Frank Gehry A Modern Architectural Icon

Reflective Metal

Frank Gehry

Frank Gehry, a modern architectural icon and celebrity is best known for building curvaceous structures, often covered with reflective metal. Most of the time the architect has been surrounded with controversy due to its unexpected, playful and twisted designs that break conventions of building designs. The architect once said: "I approach each building as a sculptural object, a spatial container, a space with light and air, a response to context and appropriateness of feeling and spirit. To this container, this sculpture, the user brings his baggage, his program, and interacts with it to accommodate his needs. If he can't do that, I've failed"— from the 1980 edition of "Contemporary Architects."

Born in Toronto, Canada, Gehry moved with his family to Los Angeles in 1947. He received his Bachelor of Architecture degree from the University of Southern California in 1954, and studied City Planning at the Harvard University Graduate School of Design. In subsequent years, Gehry has built an architectural career that has spanned five decades and produced public and private buildings in America, Europe and Asia. Hallmarks of Gehry's work include a particular concern that people exist comfortably within the spaces that he creates, and an insistence that his buildings address the context and culture of their sites and the budgets of his clients.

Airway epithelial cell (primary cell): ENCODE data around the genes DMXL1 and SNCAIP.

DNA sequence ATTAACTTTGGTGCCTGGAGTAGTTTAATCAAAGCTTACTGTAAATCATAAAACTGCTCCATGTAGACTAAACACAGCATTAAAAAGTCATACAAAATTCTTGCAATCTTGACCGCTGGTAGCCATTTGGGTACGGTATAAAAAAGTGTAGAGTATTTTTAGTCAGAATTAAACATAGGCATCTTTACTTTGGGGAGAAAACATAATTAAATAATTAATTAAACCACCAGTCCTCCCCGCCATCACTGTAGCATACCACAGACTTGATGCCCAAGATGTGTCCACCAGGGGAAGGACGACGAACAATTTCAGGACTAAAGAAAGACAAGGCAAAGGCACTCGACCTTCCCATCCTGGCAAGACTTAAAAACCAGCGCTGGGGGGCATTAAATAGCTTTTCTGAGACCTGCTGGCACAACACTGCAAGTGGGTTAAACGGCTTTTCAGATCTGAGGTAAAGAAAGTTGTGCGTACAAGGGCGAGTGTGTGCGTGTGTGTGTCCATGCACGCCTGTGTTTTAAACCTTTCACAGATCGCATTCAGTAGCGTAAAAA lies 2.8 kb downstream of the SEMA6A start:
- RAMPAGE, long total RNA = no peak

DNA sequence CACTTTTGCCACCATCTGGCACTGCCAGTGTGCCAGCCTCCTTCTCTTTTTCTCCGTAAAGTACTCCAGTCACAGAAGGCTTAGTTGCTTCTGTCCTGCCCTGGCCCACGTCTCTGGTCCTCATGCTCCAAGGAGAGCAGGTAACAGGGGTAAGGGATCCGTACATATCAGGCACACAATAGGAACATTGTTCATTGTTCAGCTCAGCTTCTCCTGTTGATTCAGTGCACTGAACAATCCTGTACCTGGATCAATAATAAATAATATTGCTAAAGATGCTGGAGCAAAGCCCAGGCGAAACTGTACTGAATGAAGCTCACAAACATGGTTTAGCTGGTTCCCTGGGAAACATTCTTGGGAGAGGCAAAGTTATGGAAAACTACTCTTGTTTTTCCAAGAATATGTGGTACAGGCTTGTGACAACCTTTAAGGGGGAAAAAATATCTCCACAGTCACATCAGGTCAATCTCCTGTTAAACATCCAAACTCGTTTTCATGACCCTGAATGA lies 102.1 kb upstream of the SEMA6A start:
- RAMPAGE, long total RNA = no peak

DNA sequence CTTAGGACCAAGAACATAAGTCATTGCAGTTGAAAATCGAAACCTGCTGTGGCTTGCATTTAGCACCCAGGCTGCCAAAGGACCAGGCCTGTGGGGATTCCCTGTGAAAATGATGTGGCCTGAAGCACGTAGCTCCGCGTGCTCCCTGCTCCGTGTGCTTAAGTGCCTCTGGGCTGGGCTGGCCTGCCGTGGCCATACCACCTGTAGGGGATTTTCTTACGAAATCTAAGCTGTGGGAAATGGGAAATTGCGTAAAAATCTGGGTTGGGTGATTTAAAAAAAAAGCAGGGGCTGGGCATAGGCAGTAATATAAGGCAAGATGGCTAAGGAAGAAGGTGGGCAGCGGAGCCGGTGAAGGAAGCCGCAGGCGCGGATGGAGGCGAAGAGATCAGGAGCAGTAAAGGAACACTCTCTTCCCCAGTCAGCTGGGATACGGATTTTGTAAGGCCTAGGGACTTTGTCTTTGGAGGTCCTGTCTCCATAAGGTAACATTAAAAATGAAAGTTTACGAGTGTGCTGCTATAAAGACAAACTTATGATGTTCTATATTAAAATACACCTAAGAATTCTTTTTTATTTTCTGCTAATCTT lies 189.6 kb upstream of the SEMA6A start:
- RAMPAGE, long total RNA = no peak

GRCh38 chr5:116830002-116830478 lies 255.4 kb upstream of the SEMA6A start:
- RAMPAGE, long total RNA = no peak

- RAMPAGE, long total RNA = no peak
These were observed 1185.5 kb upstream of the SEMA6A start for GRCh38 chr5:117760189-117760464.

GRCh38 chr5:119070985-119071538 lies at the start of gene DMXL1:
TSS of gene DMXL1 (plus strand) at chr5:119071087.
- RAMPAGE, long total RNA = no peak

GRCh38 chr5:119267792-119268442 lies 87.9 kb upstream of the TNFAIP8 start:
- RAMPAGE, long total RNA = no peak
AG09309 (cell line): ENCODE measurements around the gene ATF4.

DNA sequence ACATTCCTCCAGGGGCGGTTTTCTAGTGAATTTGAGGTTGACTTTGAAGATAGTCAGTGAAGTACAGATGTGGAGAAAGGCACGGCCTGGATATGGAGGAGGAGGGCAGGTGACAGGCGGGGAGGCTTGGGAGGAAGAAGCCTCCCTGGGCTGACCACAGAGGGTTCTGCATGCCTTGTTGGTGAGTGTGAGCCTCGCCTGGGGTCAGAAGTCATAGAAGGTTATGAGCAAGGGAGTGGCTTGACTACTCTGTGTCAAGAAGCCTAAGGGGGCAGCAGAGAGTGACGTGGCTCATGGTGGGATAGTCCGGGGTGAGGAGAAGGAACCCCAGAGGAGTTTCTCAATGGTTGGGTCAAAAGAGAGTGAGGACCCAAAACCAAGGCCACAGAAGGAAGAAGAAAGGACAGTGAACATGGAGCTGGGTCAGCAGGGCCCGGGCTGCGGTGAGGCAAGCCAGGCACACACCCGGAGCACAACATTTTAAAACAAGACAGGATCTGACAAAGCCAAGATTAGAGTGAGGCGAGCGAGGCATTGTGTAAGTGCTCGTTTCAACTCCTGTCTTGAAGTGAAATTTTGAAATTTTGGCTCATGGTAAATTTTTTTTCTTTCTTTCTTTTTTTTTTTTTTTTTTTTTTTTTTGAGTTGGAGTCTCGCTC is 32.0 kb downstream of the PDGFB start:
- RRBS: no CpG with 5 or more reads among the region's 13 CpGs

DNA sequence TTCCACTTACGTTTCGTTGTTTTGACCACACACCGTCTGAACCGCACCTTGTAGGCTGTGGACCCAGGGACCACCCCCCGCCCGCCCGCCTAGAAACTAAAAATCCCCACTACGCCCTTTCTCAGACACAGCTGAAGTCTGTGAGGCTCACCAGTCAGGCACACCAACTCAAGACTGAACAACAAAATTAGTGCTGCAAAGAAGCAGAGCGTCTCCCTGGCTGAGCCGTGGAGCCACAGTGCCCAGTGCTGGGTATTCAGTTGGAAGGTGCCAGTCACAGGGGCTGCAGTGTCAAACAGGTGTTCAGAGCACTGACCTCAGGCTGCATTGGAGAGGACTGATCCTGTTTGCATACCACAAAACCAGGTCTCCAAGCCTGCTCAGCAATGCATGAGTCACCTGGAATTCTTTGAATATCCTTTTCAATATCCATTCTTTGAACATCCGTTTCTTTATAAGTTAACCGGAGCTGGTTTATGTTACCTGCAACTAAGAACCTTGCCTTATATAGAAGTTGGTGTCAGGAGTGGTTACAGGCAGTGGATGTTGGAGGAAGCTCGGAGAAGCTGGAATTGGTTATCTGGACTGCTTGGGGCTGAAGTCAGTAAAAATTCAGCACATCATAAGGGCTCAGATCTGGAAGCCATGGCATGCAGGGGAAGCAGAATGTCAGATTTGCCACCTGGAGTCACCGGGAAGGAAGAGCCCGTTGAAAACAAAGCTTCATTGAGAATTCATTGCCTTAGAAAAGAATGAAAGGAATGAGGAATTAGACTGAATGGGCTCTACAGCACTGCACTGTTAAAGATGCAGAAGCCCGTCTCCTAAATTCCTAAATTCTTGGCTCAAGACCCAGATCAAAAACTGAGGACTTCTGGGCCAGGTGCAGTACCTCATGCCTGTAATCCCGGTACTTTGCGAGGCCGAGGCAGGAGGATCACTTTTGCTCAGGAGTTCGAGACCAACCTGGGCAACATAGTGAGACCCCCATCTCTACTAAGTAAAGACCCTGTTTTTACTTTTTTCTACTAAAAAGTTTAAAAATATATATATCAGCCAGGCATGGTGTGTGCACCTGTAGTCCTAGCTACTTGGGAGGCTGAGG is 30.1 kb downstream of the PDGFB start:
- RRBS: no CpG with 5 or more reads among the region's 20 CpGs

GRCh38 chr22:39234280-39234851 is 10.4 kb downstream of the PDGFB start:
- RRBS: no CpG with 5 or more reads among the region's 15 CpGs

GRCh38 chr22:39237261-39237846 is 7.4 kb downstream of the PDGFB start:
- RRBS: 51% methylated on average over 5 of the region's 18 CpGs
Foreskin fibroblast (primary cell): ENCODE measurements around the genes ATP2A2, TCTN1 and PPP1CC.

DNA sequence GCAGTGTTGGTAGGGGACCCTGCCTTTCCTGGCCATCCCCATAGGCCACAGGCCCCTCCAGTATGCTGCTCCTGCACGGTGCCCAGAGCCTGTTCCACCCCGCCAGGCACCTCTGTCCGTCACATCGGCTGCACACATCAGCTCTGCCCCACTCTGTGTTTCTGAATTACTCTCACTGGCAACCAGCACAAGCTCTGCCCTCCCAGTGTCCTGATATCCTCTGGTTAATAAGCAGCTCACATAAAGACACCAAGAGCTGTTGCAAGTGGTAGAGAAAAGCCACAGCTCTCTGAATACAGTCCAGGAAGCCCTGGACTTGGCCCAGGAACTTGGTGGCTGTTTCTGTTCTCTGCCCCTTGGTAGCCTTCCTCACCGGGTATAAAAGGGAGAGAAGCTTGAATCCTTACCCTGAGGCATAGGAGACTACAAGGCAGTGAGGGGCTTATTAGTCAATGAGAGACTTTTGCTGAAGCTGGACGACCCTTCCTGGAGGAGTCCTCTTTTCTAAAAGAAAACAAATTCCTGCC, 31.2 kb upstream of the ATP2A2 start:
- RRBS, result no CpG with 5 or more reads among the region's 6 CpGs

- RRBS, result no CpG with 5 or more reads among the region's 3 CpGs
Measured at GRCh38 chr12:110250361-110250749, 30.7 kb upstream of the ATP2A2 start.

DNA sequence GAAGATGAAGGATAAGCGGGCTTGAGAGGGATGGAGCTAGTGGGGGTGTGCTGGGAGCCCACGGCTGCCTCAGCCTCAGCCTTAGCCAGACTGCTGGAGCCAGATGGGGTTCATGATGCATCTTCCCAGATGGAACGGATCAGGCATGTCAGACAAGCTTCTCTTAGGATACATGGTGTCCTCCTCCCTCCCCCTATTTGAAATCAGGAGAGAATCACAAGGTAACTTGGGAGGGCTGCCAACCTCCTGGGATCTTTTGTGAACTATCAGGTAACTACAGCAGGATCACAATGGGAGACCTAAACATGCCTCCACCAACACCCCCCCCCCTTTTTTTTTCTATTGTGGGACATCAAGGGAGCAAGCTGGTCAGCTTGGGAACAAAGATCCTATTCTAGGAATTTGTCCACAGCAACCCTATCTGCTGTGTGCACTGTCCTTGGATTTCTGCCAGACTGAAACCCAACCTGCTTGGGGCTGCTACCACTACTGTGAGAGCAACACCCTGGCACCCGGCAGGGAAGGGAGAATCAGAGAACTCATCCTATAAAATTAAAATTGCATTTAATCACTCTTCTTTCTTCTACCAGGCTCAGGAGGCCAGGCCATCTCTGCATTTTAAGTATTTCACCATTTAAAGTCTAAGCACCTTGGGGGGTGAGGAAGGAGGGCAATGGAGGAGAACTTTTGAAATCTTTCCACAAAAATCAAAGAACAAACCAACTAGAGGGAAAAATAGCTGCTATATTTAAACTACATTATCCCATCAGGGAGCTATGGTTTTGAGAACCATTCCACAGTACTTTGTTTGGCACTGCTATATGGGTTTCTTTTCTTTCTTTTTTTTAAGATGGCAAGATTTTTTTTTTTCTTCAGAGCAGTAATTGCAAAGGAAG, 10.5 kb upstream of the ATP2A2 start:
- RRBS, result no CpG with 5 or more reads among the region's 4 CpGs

Architectural Firm

Gehry Partners, LLP

Gehry Partners, LLP is a full service architectural firm with extensive international experience in the design and construction of academic, museum, theater, performance, commercial, and master planning projects. Founded in 1962 and located in Los Angeles, California, Gehry Partners currently has a staff of approximately 115 people.

Over the years, Gehry has moved away from a conventional commercial practice to an artistically directed atelier. His deconstructed architectural style began to emerge in the late 1970s when Gehry, directed by a personal vision of architecture, created collage-like compositions out of found materials. Instead of creating buildings, Gehry creates ad-hoc pieces of functional sculpture. His architecture has undergone a marked evolution from corrugated-metal vernacular of his early works to the distorted but pristine concrete of his later works. However, the works retain a deconstructed aesthetic that fits well with the increasingly disjointed culture to which they belong.

Every project undertaken by Gehry Partners is designed personally and directly by Frank Gehry, and supported by the vast resources of the firm and the extensive experience of the firm's senior partners and staff. At any given time, the partnership has as many as 25 projects in various stages of development from design through construction, which vary in size from the large scale Guggenheim Abu Dhabi Museum in the United Arab Emirates to projects as small as the temporary pavilion for the Serpentine Gallery in London.  The work of Gehry Partners has been featured widely in national and international newspapers and magazines, and has been exhibited in major museums throughout the world.

Awards & Recognition

Jay Pritzker Pavilion Chicago